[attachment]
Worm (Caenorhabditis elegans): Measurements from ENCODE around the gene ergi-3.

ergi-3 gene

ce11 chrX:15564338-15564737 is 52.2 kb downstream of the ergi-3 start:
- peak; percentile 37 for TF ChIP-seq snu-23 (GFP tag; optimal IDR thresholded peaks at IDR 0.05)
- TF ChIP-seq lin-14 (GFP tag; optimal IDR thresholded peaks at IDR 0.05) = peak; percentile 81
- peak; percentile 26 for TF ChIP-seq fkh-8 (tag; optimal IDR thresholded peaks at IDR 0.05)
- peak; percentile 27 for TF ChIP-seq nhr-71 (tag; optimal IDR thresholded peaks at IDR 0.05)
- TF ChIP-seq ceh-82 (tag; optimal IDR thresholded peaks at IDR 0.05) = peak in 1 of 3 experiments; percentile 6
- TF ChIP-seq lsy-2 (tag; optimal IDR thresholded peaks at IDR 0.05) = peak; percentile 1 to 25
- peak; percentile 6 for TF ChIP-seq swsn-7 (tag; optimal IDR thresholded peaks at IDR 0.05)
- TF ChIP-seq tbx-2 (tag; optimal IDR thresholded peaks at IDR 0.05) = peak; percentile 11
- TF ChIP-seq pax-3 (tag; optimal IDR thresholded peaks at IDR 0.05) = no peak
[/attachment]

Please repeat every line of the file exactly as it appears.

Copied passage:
Worm (Caenorhabditis elegans): Measurements from ENCODE around the gene ergi-3.

ergi-3 gene

ce11 chrX:15564338-15564737 is 52.2 kb downstream of the ergi-3 start:
- peak; percentile 37 for TF ChIP-seq snu-23 (GFP tag; optimal IDR thresholded peaks at IDR 0.05)
- TF ChIP-seq lin-14 (GFP tag; optimal IDR thresholded peaks at IDR 0.05) = peak; percentile 81
- peak; percentile 26 for TF ChIP-seq fkh-8 (tag; optimal IDR thresholded peaks at IDR 0.05)
- peak; percentile 27 for TF ChIP-seq nhr-71 (tag; optimal IDR thresholded peaks at IDR 0.05)
- TF ChIP-seq ceh-82 (tag; optimal IDR thresholded peaks at IDR 0.05) = peak in 1 of 3 experiments; percentile 6
- TF ChIP-seq lsy-2 (tag; optimal IDR thresholded peaks at IDR 0.05) = peak; percentile 1 to 25
- peak; percentile 6 for TF ChIP-seq swsn-7 (tag; optimal IDR thresholded peaks at IDR 0.05)
- TF ChIP-seq tbx-2 (tag; optimal IDR thresholded peaks at IDR 0.05) = peak; percentile 11
- TF ChIP-seq pax-3 (tag; optimal IDR thresholded peaks at IDR 0.05) = no peak